Big girls don’t cry….but little girls do. Lesson Twelve: Don’t Steal

Big girls don’t cry over spilt milk or falling over. Little girls do. Big girls don’t cry when they are told to go to bed. Little girls do, and loudly. Big girls have learnt how to board up their tears when their lives are trampled over by wrongdoings. Little girls haven’t.  They don’t know that the world has a darkness that exists beyond the parklands, the cupcakes, and the dressing ups.

My precious little one has just discovered that there are people out there who can hurt  you. These people don’t even have to know you, but they can do bad things, or as MJ now puts it – naughty  things.

This week one of her precious possessions was stolen.

I saw the incredulity wash over my little girl’s face when she saw that it was gone. The pain, as she realised that somebody had been mean to her, for no clear reason. Just plain naughty. Somebody had come by and stolen her pink dolly pram.

The Missing Possession

Okay, I realise I’ve created a dramatic preamble to this incident. As a Mum, seeing the absolute moment innocence has been robbed from your baby girl’s life is intense, and cruel. Of course, worse things could have, and will happen to her, as to all of us. This was the moment where I could see the truth of the world began to be revealed to my little girl.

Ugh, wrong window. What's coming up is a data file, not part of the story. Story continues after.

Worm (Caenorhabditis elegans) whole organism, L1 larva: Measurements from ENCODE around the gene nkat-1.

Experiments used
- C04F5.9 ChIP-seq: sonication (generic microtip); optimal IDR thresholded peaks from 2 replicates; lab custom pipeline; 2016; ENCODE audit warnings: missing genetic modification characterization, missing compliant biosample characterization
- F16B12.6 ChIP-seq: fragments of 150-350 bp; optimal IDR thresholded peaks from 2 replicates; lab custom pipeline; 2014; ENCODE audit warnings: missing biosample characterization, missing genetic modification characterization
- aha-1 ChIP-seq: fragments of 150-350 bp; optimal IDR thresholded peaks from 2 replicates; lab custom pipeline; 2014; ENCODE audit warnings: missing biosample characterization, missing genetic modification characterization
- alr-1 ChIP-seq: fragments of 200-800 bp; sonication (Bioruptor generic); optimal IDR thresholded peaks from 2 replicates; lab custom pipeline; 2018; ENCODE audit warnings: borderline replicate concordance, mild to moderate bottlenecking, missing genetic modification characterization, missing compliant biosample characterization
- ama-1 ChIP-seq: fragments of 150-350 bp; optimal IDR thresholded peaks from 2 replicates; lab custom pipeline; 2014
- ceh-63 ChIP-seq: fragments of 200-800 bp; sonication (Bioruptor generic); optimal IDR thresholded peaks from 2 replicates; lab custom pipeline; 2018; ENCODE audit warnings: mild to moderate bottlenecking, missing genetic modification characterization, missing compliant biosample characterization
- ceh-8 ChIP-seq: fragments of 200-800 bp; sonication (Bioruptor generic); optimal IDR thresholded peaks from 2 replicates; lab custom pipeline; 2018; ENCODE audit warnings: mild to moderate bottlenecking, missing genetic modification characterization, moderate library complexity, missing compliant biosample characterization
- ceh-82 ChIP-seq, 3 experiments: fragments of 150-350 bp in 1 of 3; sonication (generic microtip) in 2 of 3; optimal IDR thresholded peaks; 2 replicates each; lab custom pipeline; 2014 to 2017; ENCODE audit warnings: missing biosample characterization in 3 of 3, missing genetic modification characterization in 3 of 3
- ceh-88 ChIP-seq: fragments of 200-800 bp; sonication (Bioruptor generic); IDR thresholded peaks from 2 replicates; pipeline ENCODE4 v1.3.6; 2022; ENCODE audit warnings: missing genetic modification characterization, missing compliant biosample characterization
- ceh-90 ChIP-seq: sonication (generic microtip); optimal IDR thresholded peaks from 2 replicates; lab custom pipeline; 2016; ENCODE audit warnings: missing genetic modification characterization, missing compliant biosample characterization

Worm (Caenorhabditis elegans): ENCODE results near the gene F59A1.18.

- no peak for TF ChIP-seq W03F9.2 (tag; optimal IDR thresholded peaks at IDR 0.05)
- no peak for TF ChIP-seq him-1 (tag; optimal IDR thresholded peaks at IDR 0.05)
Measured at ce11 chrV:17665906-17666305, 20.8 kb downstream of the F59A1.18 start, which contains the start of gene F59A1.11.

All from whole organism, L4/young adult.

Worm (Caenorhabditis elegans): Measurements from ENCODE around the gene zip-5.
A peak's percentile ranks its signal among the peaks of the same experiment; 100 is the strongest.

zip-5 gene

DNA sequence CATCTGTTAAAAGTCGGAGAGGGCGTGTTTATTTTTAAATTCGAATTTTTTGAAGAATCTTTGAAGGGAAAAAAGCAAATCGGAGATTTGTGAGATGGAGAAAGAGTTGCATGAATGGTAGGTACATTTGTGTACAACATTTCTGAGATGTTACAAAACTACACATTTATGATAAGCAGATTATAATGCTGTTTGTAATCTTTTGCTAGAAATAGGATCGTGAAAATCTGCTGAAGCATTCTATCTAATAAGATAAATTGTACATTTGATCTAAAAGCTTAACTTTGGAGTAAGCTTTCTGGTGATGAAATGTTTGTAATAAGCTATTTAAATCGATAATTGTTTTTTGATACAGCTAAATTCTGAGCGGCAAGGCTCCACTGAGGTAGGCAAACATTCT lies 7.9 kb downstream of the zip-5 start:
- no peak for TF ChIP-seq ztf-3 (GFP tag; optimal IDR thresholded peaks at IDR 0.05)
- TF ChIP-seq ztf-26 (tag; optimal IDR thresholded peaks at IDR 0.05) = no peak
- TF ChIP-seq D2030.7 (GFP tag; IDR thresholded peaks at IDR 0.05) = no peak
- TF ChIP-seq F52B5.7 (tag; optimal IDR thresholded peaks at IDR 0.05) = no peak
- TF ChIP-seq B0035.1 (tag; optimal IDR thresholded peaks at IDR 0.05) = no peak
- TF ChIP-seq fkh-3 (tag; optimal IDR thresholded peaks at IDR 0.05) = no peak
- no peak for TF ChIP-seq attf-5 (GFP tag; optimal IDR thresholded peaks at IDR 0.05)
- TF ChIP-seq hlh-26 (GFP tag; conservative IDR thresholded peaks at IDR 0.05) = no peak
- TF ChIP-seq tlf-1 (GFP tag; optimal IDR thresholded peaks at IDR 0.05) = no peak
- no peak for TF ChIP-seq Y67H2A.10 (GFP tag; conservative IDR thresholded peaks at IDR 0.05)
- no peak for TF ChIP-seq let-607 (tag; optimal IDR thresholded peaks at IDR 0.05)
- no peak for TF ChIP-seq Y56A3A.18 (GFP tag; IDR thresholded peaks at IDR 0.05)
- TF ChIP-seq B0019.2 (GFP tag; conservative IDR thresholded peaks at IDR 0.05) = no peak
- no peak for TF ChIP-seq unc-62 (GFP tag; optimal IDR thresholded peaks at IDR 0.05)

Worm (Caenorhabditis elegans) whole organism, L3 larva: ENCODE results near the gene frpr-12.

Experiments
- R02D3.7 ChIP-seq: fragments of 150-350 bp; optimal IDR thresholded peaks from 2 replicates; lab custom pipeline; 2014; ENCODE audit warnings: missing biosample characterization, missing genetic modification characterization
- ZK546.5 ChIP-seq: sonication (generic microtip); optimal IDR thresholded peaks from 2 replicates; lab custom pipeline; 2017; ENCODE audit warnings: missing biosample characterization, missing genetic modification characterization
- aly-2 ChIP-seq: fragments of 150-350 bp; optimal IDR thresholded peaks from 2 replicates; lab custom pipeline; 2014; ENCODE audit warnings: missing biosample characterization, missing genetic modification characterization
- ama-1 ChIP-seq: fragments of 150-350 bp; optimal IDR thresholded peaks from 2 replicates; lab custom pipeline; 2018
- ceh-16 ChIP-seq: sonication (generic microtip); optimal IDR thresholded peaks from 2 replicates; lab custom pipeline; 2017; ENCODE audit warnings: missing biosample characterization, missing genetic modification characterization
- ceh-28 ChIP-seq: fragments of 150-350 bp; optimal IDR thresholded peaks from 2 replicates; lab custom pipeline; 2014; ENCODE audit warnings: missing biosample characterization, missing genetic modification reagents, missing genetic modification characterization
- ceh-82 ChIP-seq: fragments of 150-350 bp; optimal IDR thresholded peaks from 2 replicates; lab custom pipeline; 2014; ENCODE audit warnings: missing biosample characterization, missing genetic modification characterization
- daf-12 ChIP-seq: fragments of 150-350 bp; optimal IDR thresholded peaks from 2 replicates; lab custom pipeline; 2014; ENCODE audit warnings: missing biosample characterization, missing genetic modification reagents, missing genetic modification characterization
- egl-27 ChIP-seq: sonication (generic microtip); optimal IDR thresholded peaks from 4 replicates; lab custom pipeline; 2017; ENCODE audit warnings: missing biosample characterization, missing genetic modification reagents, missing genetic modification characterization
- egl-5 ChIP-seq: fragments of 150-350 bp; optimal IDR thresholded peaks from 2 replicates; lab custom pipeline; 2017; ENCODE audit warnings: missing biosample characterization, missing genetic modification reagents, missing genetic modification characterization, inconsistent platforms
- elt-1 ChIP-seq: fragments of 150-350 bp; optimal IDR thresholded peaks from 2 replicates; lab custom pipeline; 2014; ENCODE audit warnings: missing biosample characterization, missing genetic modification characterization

Her pink dolly pram that we have kept under the stairway of our apartment block entrance for over a year was suddenly…unbelievably…gone!

 

The last outing that MJ and the pram went on

We discovered the theft when we set out for one of our regular walks to our corner park. MJ always takes it with us to pile organic treasures in along the way. She collects a plethora of plant matter spotted with the keen eye of a bower bird for pieces that will fulfil her creative ambition.

Upon arrival at the park, a thorough process of careful selection is used as a delicate stick and sand creation slowly emerges out of the boughs of the sandpit.  After a reflective moment upon completion of the structure,  we leave for home with an almost empty pram but for a few treasures that will remain on her desk or windowsill for a few days. Recently a small fern branch was found dismembered in her bed – fronds everywhere. Not easy to clean up!

Our five minute walk to the park often takes twenty minutes thanks to these diversions, but it is a pleasant way to pass the time and a nice quiet escape away from the addictive monotony that is Dora. I truly only hear the same three songs over and over again! MJ becomes zombie-like in front of the screen and although I do love the independent woman aspect of Dora, I would really appreciate some original musicality please!

My little girl doesn’t even know of the concept of stealing. The closest I could get to trying to translate the audacity of this act to her, was by likening it to the naughty Swiper (“Swiper, no swiping!” from Dora the Explorer) who is always stealing (or ‘swiping’). He is the first villain-esque character she has encountered in her blissful two and a half years of age, where the darkness of the world has remained peacefully idle, until this week when it began to reveal hidden truths.

The little pink dolly pram is available in most toy shops. It is neither remarkable nor expensive, and has remained parked alongside our two other prams and her scooter (which were all coincidentally safe in our car boots this week. Maybe that’s how it was more easily observed?) for over a year.